China Economic Sanctions European Union Russia United States and Canada


February 12, 2021

Global Sanctions Dashboard: January

By Michael Albanese and Castellum.AI

In this first edition of the GeoEconomics Center’s Global Sanctions Dashboard, the Atlantic Council aims to inform economic statecraft policies by analyzing sanctions globally and identifying trends across lists in partnership with Castellum.AI. Through the examination of potential areas of cooperation, as well as possible pain points, the insights gleaned in this report can help guide and inform multilateral cooperation in the new age of geoeconomics. This first edition focuses on the first month of 2021. 

Sanctions have long been a staple of American foreign policy. Under former President Donald Trump, sanctions ended up playing a considerable role in the administration’s ‘America First’ agenda—albeit with varied results. After four years, President Trump left office with nearly double the amount of designations than his predecessor did in his eight year tenure, though about 700 of Trump’s designations consisted of reimposing JCPOA sanctions lifted by Obama. Treasury Secretary Janet Yellen has recently promised to place a review on sanctions while the new administration aims to pivot towards a more strategic and judicious approach.

Treasury’s review comes at a time when sanctions are becoming increasingly popular among major powers. In August of 2020, China sanctioned US senators and heads of democracy promotion organizations over Hong Kong, and subsequently sanctioned an additional four individuals with links to democracy promotion in November of that year. The CCP has since made it clear that such a policy tool will have an expanded use in the future. On January 21st of this year, the Chinese government added 10 names to its sanctions regime—all former Trump administration officials. The use of sanctions are also evolving in Europe as the EU expands its authorities, including on human rights, and where the United Kingdom will chart its own path post-Brexit with a list that differs from European Union designations.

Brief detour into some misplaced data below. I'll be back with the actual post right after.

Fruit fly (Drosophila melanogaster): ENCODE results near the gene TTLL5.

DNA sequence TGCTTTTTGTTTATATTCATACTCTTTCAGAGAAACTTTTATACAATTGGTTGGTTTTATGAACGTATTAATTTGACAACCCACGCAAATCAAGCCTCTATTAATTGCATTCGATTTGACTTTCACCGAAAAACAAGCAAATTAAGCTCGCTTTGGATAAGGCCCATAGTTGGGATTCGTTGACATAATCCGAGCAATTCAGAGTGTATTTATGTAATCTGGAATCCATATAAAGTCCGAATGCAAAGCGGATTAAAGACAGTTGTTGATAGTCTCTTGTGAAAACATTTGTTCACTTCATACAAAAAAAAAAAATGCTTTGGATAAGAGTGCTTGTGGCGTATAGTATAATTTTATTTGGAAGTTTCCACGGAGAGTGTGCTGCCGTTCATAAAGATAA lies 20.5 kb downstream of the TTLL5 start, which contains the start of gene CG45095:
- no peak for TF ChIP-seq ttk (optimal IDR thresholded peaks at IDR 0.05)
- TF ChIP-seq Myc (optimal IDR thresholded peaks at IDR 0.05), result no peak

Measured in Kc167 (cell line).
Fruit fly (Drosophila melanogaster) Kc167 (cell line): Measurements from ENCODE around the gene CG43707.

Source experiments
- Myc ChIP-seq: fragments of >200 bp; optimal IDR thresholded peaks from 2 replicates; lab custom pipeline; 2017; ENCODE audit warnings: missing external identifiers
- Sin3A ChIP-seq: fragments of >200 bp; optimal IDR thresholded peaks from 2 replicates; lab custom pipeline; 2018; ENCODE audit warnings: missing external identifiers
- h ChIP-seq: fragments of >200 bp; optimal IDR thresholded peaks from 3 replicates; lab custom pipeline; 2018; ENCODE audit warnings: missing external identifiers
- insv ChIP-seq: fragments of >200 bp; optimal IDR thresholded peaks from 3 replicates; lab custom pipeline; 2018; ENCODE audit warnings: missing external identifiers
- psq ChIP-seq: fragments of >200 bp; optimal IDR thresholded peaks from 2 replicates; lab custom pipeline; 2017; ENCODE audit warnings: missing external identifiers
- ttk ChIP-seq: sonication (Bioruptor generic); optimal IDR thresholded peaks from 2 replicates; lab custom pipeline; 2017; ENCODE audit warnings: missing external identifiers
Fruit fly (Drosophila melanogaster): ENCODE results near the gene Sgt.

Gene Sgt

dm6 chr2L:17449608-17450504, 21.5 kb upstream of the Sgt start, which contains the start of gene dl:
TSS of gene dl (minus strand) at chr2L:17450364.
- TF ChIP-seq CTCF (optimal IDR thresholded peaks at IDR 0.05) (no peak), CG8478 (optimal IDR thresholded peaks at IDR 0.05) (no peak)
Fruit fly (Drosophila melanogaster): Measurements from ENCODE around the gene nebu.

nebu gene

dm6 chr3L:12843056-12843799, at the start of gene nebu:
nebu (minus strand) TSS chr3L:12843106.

As evidenced by these changes, the use of sanctions as a frequent foreign policy tool by both democracies and autocratic regimes will expand over the next several years. Understanding where sanctions will have a more fractured use, and where there is room for a coordinated response, will be critical to addressing transnational threats in the future. As Secretary Yellen attempts to restore a prudent use of sanctions in Treasury’s national security wing, she will be doing so in an environment where adversaries and allies alike are increasing their reliance on sanctions as a tool of economic statecraft. Furthermore, embedding sanctions within a larger coherent geoeconomic strategy will be necessary to meet evolving national security challenges. 

Michael Albanese is a Research Consultant for the Atlantic Council’s GeoEconomics Center and recently graduated from the University of Maryland, where he studied geoeconomics with a specialization in Russian foreign policy.

At the intersection of economics, finance, and foreign policy, the GeoEconomics Center is a translation hub with the goal of helping shape a better global economic future.